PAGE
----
Stoners, whether they consider themselves aesthetes or not, have a tendency to obsessively appreciate nice details, whether it’s the electric melon shade of an evening sky, a cascading guitar solo, or the cool, tongue-coating taste of a fresh mint milkshake. And yet for decades, many resorted to nondescript one-hitters and unattractive bulbous glass pipes best kept stashed in a drawer. (Who me?) No more.
With a legal marijuana market worth nearly $7 billion in 2016 in the US, and California just weeks away from legal recreational use, a wave of US editors, shopkeepers, and designers are using the familiar markings of luxury and a little winking humor to make getting high feel desirable, approachable, and, well, normal. Forget black-lit bongs, neon tie-dyes, and hemp necklaces. Think minimalist ceramics, midcentury ashtrays, and apothecary-style packaging. For some cannabis-curious consumers, good design just might be the ultimate gateway drug.
For Quartz this week, I interviewed a handful of entrepreneurs who can appreciate the perfect shade of pink as much as a rare strain of sativa. Here, just in time for your holiday shopping (or to replace that pipe you’ve had since college), are the highlights.
Broccoli magazine. Think Kinfolk-meets-Cherry Bombe, but with weed. The first free issue shipped to pre-order mailboxes and boutiques in November, and for the cost of shipping and handling, you can subscribe to the next three, the first of which will come out in April. For the cost of a dime bag, you can also buy eight weed ikebana postcards to hang up or send your friends.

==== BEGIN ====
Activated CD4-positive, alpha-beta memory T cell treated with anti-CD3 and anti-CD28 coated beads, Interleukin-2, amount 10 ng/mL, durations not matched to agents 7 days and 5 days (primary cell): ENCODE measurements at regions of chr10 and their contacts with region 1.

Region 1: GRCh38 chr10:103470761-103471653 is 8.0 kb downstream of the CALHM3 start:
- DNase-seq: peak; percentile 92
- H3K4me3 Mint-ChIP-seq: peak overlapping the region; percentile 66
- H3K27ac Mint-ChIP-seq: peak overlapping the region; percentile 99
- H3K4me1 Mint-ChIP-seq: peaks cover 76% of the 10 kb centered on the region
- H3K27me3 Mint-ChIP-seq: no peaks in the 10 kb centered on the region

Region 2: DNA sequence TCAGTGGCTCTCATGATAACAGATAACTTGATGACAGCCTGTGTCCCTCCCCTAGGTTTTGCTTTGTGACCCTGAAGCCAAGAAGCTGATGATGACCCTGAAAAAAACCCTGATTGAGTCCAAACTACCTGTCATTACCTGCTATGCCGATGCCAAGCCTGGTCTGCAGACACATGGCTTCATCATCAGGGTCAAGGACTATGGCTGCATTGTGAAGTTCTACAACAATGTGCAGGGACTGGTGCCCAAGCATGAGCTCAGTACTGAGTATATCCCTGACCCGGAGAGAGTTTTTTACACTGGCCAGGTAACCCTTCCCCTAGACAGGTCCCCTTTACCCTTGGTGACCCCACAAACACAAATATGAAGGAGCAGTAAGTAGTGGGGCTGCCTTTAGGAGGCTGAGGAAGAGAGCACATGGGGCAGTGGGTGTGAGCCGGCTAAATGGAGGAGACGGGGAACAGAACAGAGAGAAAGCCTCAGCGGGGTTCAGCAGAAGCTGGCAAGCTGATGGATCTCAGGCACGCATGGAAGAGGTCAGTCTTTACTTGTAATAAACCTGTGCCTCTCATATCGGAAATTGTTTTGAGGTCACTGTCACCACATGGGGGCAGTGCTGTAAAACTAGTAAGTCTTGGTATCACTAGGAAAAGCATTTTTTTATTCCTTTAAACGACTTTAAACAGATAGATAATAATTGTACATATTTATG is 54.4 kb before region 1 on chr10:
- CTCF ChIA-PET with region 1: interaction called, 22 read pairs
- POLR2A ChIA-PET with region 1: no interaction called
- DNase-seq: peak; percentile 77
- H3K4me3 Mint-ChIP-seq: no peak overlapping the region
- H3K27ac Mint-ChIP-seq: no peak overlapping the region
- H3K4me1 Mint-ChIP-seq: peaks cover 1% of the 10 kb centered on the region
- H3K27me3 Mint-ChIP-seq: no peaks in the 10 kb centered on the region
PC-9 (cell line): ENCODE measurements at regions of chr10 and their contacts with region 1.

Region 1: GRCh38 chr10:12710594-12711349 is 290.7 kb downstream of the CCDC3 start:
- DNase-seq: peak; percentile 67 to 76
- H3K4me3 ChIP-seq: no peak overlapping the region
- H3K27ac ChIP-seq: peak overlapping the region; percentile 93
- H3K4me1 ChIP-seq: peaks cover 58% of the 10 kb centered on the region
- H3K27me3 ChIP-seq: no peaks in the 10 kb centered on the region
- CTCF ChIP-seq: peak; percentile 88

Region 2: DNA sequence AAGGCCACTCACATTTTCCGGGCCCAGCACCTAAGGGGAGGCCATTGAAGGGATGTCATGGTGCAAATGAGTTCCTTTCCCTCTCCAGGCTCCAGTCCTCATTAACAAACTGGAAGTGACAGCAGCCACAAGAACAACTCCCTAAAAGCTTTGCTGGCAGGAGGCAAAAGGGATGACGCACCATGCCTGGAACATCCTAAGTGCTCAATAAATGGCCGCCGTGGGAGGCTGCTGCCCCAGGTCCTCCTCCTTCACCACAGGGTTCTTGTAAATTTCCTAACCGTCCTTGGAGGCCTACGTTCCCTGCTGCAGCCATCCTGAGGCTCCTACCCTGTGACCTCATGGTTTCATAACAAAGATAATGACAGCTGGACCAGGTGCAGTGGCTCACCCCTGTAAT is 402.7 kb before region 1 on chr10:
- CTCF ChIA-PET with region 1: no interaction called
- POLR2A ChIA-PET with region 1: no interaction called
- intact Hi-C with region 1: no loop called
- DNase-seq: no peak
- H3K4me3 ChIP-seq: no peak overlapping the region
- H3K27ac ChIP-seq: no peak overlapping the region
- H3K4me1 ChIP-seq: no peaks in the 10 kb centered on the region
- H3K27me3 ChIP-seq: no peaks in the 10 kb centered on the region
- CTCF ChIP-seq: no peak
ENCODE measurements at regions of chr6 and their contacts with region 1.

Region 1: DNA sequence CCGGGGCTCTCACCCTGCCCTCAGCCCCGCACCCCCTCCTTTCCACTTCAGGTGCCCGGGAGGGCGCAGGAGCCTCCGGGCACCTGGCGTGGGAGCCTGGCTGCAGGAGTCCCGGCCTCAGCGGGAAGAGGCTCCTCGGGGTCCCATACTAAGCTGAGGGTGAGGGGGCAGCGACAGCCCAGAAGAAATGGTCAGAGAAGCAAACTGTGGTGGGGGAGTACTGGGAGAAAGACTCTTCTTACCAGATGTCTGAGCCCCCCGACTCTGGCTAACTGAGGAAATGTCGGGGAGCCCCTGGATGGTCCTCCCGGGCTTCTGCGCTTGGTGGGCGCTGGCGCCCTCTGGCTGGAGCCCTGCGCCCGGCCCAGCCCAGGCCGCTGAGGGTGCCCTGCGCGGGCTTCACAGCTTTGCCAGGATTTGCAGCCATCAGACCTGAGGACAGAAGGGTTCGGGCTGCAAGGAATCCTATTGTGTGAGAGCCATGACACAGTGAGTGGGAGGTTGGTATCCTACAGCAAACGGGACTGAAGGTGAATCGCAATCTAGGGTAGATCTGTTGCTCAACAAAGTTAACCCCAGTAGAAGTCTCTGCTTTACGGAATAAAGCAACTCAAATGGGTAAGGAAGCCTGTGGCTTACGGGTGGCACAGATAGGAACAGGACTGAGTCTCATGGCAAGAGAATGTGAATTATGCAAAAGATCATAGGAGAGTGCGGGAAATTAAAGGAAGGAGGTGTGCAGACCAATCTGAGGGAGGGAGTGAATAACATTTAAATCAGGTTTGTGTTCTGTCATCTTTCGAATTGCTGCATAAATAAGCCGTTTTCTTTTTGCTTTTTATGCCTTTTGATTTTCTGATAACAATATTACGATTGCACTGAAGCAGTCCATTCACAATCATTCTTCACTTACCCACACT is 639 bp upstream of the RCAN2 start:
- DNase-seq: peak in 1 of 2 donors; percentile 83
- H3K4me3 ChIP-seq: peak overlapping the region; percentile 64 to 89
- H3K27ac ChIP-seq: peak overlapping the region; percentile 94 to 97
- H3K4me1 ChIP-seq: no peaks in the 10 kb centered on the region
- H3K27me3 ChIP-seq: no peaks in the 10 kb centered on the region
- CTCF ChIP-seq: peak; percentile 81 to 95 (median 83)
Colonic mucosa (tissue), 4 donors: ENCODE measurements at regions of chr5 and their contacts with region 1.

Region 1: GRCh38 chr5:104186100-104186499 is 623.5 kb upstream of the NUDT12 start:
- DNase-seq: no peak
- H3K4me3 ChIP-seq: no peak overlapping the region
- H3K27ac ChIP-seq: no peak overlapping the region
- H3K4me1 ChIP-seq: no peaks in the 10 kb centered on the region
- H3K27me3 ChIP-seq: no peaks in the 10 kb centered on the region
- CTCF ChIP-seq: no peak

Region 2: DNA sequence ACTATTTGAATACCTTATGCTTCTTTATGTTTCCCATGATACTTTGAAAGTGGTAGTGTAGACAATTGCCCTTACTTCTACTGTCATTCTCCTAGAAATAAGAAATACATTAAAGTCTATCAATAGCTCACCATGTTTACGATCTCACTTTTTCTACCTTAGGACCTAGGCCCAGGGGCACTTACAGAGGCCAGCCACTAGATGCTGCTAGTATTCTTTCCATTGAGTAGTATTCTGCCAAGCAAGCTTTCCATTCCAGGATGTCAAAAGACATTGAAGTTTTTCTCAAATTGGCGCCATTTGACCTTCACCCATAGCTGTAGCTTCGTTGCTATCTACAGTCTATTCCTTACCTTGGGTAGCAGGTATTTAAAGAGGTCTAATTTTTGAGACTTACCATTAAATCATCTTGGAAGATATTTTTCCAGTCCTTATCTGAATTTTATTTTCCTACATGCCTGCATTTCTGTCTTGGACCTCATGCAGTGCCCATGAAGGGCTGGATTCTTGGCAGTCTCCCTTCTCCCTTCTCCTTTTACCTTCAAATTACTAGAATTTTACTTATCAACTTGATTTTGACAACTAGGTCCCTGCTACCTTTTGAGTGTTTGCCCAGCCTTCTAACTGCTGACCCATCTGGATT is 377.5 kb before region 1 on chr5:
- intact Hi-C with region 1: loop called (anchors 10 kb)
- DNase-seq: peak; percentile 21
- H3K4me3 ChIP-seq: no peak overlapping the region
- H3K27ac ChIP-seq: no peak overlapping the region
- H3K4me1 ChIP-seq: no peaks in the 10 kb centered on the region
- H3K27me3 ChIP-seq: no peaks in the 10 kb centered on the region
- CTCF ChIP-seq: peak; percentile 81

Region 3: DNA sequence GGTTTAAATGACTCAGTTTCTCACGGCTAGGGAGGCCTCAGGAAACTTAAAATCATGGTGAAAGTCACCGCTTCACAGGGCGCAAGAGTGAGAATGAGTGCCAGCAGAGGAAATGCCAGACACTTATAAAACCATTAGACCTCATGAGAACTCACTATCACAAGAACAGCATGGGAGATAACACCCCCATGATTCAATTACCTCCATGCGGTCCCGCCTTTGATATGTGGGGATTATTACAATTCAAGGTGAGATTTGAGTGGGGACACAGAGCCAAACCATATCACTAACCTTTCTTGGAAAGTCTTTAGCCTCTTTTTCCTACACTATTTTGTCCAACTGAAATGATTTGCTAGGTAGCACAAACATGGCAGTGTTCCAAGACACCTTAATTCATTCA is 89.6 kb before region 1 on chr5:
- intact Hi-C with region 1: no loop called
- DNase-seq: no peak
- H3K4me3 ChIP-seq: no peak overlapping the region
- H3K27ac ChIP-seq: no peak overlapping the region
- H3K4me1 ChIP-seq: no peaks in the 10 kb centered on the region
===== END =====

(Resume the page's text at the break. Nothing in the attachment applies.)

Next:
There’s also now Gossamer, an online publication and newsletter founded by veterans of Lucky magazine and Digg, which examines lifestyle stories “through a green lens.” And if you ask me, some of the best rabbit-holes for reading “through a green lens” are the daily Quartz Obsession emails.
Tetra. Never underestimate the power of daydreaming with your girlfriends at the beach. This luxe e-commerce destination was born when design writer and editor Eviana Hartman, who casually says things like “Memphis is a little bit played out,” was at the beach in January of 2015 with two similarly design-focused friends, when she took out what she called an “ugly, sort of blob-shaped glass pipe.” A conversation about its outrageous ugliness ensued, inspiring the idea for channeling the three women’s contacts and expertise into a luxe e-commerce destination for pot-smokers. It launched nine months later.
There’s a lot to desire here, and not just for cannabis enthusiasts. It never occurred to me to covet an ashtray until I saw this lead crystal one by Fundamental Berlin. For those looking to replace ugly blob pipes, Tetra has lots of lovelies, including two exclusive designs of their own, which are also carried by Opening Ceremony and ABC Carpet and Home.
Mister Green. If Tetra is your seriously elegant shopping destination for weed accoutrements, the LA concept store and brand Mister Green is your seriously fun one. Founder Ariel Stark-Benz, a creative director and designer who has worked with brands including the Ace Hotel and Creem Magazine, stocks smile-inducing items like “Gatorbeugs” (a $85 glass re-enactment of a classic dorm-room-style Gatorade-bottle bong) and ceramic diner mugs that read “Bong Water”—but his taste level is also, you know, high.